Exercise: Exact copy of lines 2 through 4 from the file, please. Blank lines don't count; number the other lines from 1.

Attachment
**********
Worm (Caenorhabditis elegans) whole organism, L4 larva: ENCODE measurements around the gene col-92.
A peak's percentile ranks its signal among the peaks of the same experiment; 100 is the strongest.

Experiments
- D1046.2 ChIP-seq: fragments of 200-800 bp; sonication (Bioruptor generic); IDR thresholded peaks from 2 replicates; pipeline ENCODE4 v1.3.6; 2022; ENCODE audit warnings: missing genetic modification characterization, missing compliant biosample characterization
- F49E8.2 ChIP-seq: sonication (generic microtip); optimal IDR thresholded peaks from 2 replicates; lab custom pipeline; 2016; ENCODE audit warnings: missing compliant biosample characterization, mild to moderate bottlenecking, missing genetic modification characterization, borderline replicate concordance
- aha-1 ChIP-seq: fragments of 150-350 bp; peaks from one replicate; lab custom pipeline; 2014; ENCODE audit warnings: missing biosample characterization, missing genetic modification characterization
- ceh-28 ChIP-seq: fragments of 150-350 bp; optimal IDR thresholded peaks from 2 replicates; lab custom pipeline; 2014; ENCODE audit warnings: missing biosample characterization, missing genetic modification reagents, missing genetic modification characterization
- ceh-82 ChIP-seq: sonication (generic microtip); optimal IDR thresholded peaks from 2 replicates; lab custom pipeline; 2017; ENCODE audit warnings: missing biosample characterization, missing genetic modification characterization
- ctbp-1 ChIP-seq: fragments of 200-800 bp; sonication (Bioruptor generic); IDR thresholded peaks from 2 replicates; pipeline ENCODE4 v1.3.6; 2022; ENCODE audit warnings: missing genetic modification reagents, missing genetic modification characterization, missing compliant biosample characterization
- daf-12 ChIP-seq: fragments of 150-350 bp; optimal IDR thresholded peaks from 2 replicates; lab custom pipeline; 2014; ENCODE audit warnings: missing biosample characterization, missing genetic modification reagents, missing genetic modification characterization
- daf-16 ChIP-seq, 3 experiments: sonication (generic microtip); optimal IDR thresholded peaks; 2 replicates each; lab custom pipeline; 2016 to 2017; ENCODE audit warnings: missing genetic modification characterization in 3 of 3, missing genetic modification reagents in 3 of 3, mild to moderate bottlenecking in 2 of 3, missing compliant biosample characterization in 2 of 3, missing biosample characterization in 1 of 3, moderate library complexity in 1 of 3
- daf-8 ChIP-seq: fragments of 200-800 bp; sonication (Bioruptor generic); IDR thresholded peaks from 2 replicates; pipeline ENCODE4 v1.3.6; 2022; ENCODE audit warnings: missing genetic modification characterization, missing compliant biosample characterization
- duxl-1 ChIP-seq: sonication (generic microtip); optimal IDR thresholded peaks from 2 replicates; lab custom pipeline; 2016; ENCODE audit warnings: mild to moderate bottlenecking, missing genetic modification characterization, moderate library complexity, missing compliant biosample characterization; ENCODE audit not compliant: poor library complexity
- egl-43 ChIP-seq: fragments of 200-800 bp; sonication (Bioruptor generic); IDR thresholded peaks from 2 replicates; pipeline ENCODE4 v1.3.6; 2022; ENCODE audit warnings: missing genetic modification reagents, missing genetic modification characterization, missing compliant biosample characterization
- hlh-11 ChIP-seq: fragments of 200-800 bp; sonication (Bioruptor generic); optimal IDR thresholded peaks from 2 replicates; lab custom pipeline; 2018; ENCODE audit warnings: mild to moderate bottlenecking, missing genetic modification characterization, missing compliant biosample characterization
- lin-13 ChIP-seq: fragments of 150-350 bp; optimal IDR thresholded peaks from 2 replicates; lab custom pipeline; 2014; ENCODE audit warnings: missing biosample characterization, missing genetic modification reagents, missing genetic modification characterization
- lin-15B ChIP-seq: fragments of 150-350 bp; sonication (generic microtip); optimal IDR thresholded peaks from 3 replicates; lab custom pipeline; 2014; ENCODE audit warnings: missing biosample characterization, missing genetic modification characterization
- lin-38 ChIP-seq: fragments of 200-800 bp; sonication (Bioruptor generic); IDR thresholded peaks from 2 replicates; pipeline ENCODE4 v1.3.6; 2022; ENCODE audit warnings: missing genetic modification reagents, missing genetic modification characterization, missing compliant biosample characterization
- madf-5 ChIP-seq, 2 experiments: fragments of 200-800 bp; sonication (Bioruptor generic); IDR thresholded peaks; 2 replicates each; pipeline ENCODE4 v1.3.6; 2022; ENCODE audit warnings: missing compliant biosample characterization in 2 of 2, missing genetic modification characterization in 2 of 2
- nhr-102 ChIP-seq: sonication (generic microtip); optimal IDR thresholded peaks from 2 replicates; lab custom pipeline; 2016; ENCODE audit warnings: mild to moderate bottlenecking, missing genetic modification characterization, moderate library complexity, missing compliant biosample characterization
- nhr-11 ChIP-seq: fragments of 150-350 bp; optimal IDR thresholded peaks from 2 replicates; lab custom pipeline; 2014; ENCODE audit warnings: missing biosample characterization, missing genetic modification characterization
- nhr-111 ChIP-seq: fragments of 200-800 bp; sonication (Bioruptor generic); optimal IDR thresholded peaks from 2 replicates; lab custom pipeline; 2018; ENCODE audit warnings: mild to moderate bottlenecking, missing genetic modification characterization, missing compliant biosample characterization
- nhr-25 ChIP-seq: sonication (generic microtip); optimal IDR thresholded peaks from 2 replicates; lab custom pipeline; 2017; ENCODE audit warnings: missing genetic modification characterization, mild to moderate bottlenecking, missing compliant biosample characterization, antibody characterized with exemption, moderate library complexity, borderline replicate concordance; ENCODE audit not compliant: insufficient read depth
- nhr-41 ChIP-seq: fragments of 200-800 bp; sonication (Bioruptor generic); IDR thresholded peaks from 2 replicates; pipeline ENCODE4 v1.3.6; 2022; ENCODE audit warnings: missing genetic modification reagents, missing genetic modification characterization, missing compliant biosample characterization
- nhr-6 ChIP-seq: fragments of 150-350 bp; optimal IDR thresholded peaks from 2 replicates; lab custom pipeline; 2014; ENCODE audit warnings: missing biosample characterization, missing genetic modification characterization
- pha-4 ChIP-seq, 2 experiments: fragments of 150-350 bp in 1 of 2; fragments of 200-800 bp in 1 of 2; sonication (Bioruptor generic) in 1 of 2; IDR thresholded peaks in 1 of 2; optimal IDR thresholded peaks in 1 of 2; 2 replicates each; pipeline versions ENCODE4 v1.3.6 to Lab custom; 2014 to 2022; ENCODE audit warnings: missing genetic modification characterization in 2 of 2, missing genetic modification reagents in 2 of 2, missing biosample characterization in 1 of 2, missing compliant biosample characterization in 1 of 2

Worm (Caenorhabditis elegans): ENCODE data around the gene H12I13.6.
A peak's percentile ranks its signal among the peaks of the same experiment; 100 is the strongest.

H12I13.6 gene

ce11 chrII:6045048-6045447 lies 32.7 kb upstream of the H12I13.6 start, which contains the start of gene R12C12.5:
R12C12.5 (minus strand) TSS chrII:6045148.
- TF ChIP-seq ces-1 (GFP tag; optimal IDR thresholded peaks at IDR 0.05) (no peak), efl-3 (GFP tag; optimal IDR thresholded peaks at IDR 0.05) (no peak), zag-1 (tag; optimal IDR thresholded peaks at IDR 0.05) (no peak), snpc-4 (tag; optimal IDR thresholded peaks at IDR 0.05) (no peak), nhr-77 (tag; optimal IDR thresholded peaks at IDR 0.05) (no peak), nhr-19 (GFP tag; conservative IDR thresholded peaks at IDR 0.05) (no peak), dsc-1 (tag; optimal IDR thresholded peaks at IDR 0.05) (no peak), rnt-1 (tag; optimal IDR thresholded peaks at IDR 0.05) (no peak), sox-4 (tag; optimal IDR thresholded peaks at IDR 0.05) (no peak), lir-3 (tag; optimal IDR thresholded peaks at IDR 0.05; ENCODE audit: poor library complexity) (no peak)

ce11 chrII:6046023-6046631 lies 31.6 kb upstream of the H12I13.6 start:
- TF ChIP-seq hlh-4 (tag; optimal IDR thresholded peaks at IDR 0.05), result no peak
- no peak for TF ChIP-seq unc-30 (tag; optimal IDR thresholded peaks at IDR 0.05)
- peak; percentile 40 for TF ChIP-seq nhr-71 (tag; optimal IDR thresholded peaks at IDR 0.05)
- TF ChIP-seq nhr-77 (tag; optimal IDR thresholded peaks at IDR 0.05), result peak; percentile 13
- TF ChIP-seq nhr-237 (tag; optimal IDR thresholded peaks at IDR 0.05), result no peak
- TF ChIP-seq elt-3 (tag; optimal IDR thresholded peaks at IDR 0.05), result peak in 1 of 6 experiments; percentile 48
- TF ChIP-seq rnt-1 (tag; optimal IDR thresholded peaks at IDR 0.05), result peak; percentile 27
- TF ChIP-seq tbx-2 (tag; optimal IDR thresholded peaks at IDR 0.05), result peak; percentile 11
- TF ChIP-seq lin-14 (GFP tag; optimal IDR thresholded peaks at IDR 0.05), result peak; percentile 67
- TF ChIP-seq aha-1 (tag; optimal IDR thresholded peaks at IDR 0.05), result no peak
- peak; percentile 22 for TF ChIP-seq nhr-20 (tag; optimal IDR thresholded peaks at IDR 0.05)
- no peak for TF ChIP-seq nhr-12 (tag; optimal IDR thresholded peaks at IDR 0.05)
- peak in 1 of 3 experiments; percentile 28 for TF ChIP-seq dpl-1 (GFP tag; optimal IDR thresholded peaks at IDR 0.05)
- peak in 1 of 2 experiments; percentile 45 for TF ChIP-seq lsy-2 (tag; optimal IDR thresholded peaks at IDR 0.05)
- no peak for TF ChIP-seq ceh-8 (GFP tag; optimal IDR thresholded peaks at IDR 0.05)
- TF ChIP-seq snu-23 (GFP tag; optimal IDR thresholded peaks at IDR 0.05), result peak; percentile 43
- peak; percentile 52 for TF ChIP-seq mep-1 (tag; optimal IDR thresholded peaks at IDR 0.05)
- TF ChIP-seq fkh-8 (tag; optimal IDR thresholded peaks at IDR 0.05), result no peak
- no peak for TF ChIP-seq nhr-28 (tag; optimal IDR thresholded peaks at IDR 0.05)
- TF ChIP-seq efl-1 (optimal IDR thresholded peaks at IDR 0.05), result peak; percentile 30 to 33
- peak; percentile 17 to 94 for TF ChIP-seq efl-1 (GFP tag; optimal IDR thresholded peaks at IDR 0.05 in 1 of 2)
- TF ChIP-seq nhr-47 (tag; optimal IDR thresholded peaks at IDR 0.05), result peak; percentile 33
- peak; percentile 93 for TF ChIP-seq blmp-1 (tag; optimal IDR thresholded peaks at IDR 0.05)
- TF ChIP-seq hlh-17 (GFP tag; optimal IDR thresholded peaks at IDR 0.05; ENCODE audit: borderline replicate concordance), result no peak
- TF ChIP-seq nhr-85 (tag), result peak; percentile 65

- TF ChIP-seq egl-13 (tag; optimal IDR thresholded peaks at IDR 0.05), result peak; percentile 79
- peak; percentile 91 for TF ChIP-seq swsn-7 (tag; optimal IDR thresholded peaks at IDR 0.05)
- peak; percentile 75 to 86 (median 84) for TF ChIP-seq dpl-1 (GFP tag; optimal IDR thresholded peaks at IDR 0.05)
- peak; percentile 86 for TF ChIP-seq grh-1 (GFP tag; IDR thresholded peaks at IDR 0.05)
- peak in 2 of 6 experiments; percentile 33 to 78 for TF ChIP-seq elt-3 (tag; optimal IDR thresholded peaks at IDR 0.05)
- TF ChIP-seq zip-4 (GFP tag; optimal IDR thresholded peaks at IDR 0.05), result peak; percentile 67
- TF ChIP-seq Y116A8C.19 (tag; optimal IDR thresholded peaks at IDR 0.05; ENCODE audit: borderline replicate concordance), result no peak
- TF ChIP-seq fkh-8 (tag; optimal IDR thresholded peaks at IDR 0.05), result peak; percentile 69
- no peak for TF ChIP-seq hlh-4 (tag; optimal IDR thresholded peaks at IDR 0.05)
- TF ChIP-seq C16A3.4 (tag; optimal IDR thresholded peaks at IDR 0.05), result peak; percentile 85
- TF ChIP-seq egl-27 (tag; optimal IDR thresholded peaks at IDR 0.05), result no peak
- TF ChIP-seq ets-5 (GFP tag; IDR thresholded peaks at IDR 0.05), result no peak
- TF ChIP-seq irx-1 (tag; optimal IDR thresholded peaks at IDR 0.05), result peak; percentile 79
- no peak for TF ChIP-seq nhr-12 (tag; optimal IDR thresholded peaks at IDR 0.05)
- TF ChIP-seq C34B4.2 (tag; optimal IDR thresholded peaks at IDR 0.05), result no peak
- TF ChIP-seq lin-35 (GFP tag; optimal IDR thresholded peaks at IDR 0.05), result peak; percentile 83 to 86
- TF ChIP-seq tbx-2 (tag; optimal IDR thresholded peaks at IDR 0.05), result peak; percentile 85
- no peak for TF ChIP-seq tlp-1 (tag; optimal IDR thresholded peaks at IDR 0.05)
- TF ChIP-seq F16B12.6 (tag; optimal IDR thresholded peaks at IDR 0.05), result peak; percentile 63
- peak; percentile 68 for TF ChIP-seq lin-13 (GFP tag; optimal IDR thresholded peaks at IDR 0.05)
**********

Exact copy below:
A peak's percentile ranks its signal among the peaks of the same experiment; 100 is the strongest.

Experiments
- D1046.2 ChIP-seq: fragments of 200-800 bp; sonication (Bioruptor generic); IDR thresholded peaks from 2 replicates; pipeline ENCODE4 v1.3.6; 2022; ENCODE audit warnings: missing genetic modification characterization, missing compliant biosample characterization